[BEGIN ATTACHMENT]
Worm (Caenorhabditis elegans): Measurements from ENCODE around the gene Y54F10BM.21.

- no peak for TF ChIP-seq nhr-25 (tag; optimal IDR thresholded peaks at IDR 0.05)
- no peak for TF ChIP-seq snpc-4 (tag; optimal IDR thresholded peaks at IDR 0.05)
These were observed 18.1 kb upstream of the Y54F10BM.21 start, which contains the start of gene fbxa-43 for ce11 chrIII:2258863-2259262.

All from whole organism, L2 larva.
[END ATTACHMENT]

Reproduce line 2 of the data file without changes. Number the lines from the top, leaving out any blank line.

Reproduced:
- no peak for TF ChIP-seq nhr-25 (tag; optimal IDR thresholded peaks at IDR 0.05)